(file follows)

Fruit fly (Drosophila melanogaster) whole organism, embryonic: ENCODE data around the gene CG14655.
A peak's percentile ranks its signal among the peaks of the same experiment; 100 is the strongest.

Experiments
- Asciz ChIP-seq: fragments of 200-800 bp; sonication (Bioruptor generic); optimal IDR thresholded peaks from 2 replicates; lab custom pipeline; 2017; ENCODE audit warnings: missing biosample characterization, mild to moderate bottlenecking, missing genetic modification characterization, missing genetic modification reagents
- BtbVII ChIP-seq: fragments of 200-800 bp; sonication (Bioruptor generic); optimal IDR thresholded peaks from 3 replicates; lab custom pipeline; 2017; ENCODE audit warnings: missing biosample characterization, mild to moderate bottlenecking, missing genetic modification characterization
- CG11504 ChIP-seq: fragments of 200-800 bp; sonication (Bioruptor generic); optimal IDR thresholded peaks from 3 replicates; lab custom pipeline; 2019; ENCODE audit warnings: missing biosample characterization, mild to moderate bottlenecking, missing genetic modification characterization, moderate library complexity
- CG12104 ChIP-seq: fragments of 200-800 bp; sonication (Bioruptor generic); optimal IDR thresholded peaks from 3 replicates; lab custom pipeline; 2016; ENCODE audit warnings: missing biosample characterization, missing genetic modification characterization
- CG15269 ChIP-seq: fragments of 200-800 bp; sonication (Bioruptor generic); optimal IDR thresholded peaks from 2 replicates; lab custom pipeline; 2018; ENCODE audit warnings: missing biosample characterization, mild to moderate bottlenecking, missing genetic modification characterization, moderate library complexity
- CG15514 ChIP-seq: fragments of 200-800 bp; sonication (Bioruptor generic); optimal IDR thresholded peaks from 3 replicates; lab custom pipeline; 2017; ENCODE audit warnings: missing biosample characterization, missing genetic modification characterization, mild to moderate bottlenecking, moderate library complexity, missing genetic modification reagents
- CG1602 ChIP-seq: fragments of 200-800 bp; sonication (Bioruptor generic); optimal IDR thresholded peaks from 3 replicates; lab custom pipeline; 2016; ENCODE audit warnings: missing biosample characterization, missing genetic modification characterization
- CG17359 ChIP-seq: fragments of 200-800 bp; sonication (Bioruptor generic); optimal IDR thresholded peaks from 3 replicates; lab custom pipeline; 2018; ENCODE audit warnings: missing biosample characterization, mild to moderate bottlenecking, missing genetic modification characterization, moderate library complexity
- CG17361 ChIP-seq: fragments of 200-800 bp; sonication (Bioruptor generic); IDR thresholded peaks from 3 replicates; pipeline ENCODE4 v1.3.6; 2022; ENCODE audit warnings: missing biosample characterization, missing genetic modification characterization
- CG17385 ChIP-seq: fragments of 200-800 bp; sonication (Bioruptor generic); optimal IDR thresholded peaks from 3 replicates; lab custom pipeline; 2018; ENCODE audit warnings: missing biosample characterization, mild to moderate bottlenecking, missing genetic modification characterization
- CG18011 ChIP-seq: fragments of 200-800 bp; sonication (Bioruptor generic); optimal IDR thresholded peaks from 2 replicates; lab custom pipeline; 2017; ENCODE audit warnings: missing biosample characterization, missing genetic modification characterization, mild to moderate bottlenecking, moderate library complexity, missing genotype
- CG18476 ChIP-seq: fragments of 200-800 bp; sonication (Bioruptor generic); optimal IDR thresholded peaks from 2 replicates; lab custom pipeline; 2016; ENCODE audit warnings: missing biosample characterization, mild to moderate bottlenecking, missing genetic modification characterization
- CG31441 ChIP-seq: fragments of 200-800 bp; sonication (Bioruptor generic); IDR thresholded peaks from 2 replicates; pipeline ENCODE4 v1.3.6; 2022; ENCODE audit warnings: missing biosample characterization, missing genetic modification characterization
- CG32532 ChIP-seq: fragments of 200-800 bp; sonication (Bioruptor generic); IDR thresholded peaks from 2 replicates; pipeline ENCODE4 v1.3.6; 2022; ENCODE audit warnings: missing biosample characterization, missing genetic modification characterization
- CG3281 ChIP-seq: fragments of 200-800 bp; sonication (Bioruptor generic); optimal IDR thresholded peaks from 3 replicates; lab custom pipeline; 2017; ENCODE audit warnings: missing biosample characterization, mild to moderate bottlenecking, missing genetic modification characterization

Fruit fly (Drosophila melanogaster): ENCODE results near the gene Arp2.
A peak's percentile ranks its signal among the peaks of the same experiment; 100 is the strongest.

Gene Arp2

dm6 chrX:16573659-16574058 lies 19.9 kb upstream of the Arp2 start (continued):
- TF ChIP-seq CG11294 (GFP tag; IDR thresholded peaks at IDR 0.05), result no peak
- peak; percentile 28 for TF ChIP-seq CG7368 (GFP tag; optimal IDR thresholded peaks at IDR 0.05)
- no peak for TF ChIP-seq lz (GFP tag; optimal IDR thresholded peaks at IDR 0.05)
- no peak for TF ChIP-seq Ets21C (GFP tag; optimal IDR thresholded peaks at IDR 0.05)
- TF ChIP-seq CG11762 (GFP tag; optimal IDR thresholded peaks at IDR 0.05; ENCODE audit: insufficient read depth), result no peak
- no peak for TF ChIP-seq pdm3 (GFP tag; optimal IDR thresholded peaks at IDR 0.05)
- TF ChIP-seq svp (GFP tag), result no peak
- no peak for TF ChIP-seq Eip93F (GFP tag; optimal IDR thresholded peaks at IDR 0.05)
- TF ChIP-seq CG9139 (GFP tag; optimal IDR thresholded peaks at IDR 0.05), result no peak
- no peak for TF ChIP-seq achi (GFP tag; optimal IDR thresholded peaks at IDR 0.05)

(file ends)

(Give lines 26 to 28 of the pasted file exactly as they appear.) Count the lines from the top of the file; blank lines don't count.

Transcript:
- no peak for TF ChIP-seq Ets21C (GFP tag; optimal IDR thresholded peaks at IDR 0.05)
- TF ChIP-seq CG11762 (GFP tag; optimal IDR thresholded peaks at IDR 0.05; ENCODE audit: insufficient read depth), result no peak
- no peak for TF ChIP-seq pdm3 (GFP tag; optimal IDR thresholded peaks at IDR 0.05)